Garratt, Dean; Piper, Heather(Routledge Taylor & Francis Group, 2016-07-12)
This article examines the cinematic portrayal of touching and its politics in sports coaching, exploring how social interactions between coach and athlete are symbolically represented. The analysis focuses primarily on a well-known British-produced film, Bend it like Beckham (2002), in which scenes exhibit different forms of touching. The construction of intimate coach-athlete relationships captured through a series of filmed encounters is analysed through a social semiotic frame. This requires judgements about the authority, ‘reality-status’, and possibility of meaning arising from such representational practices. Attention is drawn to different moments of intimacy and/or sexual tension between the lead coach and central female characters, both on and off the pitch. Through a series of detailed interpretations, we show how the complexities involved in assigning intentionality in cinematic contexts serves both to assert and displace meaning. This further problematizes moral aspects of relations between coaches and athletes in tactile encounters, and especially so within the context of risk-averse safeguarding policies in sports coaching, a context characterised by increased prescription, proscription and disciplinary intervention during the years since the film was released.
This paper reflects on and offers a critical analysis of the relationship between youth sport and citizenship development, in practice and in the UK policy context of sports coaching and physical education. While deploying data and insights from a recently completed research project in England, which identified substantial tensions in intergenerational relationships in sport and coaching, the argument and analysis also invokes wider international concerns and more generally applicable implications for policy and practice. Drawing heuristically upon the philosophy of Dewey (2007 ), it is recognised that the concept of citizenship as a form of social practice should seek to encourage the development of complementary traits and dispositions in young people. To develop socially and educationally thus entails engagement in meaningful social and cultural activity, of which one potentially significant component is participation in youth sport, both within and outside formal education. However, it is argued that any confident assumption that sporting and coaching contexts will necessarily foster positive traits and dispositions in young people should be considered dubious and misplaced. Deploying a Lacanian (1981) perspective to interpret our data, we contend that ‘liaisons’ and interactions between coaches and young people are often treated suspiciously, and regarded as potentially ‘dangerous’.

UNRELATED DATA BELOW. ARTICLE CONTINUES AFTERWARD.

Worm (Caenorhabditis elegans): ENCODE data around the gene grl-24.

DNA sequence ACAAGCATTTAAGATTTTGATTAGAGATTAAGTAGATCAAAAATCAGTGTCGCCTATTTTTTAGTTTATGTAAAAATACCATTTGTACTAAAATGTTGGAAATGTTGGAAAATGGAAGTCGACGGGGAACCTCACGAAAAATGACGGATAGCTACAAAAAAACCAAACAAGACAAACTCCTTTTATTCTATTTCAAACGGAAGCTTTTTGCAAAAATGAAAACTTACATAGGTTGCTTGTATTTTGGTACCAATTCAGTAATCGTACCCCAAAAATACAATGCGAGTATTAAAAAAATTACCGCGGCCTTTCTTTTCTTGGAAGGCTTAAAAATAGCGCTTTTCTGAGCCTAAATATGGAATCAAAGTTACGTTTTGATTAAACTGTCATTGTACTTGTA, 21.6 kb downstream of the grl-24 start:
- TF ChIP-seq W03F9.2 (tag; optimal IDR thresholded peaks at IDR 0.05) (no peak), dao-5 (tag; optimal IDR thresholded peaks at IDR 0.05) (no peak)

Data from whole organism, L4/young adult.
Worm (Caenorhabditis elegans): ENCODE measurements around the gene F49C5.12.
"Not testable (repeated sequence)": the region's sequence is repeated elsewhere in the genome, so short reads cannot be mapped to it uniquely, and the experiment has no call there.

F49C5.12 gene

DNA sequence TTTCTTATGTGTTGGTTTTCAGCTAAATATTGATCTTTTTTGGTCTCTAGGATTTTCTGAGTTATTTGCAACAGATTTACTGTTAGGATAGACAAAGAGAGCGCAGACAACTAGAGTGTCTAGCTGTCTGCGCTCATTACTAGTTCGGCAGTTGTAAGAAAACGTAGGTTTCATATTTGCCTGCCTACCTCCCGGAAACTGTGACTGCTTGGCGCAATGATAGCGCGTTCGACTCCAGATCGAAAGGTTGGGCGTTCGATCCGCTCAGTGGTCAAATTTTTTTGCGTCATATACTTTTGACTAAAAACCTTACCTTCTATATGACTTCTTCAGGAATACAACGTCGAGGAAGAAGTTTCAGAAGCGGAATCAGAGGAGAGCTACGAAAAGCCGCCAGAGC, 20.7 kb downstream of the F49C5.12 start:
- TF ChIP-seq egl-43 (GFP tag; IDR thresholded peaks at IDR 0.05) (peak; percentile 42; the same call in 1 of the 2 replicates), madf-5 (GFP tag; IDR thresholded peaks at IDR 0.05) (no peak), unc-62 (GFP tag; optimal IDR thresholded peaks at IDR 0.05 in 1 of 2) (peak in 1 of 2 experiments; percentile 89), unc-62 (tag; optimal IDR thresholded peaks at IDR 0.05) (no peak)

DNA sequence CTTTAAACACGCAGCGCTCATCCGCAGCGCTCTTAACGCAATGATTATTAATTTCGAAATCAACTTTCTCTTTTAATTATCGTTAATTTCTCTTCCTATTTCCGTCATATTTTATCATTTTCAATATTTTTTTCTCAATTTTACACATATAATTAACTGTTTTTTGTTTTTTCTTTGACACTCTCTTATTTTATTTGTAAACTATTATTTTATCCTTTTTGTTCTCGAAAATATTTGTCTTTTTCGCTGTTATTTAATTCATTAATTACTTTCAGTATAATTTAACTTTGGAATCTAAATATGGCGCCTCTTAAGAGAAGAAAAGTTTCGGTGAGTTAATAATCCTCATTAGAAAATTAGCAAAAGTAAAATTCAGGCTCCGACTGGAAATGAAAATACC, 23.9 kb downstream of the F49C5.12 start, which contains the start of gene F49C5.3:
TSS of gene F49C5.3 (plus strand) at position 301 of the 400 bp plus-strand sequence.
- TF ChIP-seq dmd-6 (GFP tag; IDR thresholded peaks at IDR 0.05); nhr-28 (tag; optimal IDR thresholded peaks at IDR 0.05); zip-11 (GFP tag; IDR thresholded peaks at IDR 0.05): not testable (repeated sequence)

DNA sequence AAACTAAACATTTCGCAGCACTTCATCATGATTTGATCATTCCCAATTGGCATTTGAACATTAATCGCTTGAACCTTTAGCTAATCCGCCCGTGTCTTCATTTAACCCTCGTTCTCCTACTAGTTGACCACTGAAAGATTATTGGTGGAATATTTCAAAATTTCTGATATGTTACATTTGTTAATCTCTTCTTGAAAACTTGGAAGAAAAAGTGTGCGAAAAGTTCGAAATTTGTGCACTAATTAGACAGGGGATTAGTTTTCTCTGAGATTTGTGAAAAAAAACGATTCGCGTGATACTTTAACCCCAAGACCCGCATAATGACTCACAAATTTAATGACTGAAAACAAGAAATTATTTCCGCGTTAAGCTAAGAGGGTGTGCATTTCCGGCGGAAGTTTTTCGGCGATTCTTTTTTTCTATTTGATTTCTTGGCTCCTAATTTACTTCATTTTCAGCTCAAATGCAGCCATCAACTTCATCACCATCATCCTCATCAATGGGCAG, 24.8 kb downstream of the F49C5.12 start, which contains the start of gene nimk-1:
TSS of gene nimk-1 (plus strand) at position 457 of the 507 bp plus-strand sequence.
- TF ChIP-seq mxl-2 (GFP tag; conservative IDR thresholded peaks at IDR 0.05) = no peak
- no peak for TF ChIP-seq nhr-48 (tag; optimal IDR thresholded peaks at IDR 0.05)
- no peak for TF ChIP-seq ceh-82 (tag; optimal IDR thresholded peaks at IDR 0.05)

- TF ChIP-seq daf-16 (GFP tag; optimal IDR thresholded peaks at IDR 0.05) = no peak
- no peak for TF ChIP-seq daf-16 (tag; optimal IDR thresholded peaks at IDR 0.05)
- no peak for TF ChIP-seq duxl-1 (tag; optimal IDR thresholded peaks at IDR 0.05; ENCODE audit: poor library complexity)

This article presents a critical account of the relation and unlikely trinity of philosophy, qualitative methodology and sports coaching research, in order to challenge assumptions about the nature of qualitative data analysis. A more radical departure and critique from a philosophical-hermeneutic perspective is encouraged. The key argument presented is that qualitative data analysis should have less to do with ‘method’ and more with philosophy, where ‘practical reasoning’ forges a dialectical relation between the intellectual and practical in the analytical process. This argument is illustrated with reference to published empirical work in the field of sports coaching research.
This article discusses recently completed research on ‘no touch’ sports coaching, by placing it in a broader social context which problematises the way child abuse and child protection (or safeguarding) are conceived and discussed in terms of policy and practice. It also provides a brief indicative summary of the research findings and offers a discussion of moral panic, risk society and worst case thinking, before drawing on Foucault's work on governmentality to offer an explanation of how the current situation arose.
This article discusses a UK based ESRC-funded research project which developed and deployed a case-study approach to issues of touch between children and professionals in schools and childcare, focusing on touch in sports coaching and its distinctive contextual and institutional characteristics.
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